On Saturday, October 28, Downtown Los Angeles’ Corey Helford Gallery (CHG) will proudly premiere the long awaited solo exhibition of new works from U.K. artist Ian Francis in Gallery 1. Titled “Artificial Winter,” this will be Francis’ first solo show in the U.S. in three years and the first solo with the gallery.
It’s been ten years since the Bristol-based multimedia artist’s first solo show, which was also in Los Angeles, now Francis returns with his information-rich canvases, which often depict violent, urban scenes and contain both figurative and abstract elements—rendered in acrylic and oil, charcoal, and ink. An heir to The Pictures Generation, Francis makes socially conscious works that critique and celebrate a media-inundated age. He’s described his work as being “about pornography and news reports from warzones rather than sex and death.”
“I’ve always loved technology and been fascinated by our relationship with it, but I’ve found it hard to predict the extent to which it would come to dominate our relationships with each other, our own self-image and our perception of reality in the last ten years.
Looking back on my work, the focus has slowly shifted from media images of celebrities, to the curated images people create and maintain of themselves. I’m interested in the fragility of the construction of these images, the way they relate to each other, and their broader relationship with a pervasive feeling of a world falling apart. I’m amazed by the way people have transitioned from watching a world through screens, to being creators and participants of it, and the way they have become inextricably enmeshed within its structures and artifices.
I love trying to explore and express these ideas as paintings. There’s something about the layered nature of paint that fascinates me. I really like the interplay between applying paint in a very transparent, delicate way juxtaposed with using it in a much more raw, abstract, chaotic way that threatens to break apart and obliterate the detail, structures and patterns. My work has always been heavily based on photography and film because I’m interested in the way people perceive themselves and each other through lenses and screens rather than physical reality. For me, painting is a way to try and make sense of the stream of images we’re bombarded with daily, to explore how these ideas fit together and relate to each other in an unreal space.”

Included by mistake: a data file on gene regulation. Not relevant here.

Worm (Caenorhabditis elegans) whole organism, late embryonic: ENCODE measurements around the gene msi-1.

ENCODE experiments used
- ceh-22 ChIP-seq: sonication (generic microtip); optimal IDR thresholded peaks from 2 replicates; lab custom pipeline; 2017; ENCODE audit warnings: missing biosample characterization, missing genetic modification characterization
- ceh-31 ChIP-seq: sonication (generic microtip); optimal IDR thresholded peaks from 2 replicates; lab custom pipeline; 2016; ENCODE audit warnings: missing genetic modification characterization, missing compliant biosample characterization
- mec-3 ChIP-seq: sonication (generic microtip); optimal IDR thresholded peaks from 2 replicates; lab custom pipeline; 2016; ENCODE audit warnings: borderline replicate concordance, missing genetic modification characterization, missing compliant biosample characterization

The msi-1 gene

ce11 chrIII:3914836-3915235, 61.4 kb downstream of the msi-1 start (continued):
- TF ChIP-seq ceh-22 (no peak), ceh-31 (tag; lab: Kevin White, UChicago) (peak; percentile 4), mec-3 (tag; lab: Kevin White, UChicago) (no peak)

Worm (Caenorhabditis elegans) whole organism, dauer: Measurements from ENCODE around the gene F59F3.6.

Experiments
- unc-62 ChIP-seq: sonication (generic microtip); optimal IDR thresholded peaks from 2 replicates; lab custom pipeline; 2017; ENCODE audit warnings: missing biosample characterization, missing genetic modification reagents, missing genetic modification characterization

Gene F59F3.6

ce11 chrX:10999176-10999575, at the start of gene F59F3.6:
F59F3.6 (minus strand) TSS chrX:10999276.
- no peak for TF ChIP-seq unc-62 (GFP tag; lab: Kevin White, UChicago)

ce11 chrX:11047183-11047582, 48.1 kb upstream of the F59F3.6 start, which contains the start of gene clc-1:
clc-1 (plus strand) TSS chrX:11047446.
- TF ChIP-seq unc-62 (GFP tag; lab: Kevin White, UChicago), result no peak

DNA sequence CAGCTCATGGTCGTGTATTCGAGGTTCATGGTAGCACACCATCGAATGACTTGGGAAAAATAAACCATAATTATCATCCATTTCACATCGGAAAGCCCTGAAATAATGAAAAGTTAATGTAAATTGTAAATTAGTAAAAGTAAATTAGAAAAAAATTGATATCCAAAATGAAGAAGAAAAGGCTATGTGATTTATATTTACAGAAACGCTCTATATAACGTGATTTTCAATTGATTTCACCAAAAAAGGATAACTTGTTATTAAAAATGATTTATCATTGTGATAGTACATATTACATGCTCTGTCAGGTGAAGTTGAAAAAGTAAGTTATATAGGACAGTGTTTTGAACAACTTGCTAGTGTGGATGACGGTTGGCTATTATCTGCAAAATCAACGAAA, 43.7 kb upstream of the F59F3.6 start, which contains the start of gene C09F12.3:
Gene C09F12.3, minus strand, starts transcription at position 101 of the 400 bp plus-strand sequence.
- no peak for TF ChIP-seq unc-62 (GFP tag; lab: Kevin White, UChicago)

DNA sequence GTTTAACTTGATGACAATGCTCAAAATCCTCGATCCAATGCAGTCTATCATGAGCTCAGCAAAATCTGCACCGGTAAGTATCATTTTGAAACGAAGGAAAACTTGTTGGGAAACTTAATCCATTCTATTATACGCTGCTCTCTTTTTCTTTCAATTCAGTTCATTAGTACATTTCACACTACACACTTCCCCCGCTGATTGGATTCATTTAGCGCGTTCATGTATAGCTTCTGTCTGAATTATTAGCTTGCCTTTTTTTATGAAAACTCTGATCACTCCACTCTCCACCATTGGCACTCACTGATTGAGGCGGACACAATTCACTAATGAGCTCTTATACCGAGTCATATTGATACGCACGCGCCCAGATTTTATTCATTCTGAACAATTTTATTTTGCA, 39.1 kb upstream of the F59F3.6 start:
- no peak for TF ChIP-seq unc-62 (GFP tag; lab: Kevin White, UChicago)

The opening reception for “Artificial Winter” will be hosted Saturday, October 28 from 7-11pm in Gallery 1 at Corey Helford Gallery. The reception is open to the public and on view through November 25.
About Ian Francis:
Born in 1979 in Bristol, England, where he continues to live and work, Francis received a BA in art and illustration in 2001 from University of the West of England. His work combines abstraction, figuration, and elements of both painting and drawing to create distinctly contemporary works. He draws his inspiration from cinema and imagery examining the most contemporary issues facing the human condition. Amid high-color washes and jagged brushwork, Francis depicts semi-clad figures who loll and mix in casual groupings—some scenes are intimate, others hedonistic. Abstraction and figuration mutually support the artist’s suggestion of a worldview where violence and style intersect. These figures are recognizable, the young and beautiful denizens of a particular media fantasy fueled by sex, death, and celebrity.
About Corey Helford Gallery:
Corey Helford Gallery (CHG) was first established in 2006 by Jan Corey Helford and her husband, television producer and creator, Bruce Helford (Anger Management, The Drew Carey Show, George Lopez, The Oblongs) and has since evolved into one of the premier galleries of New Contemporary art. Its goals as an institution are the support and growth of young and emerging, to well-known and internationally established artists, the production and promotion of their artwork, and the general production of their exhibits, events and projects.
The gallery represents a diverse collection of international artists, primarily influenced by today’s pop culture and collectively encompassing style genres such as New Figurative Art, Pop Surrealism, Neo Pop, Graffiti and Street Art, and Post-Graffiti.
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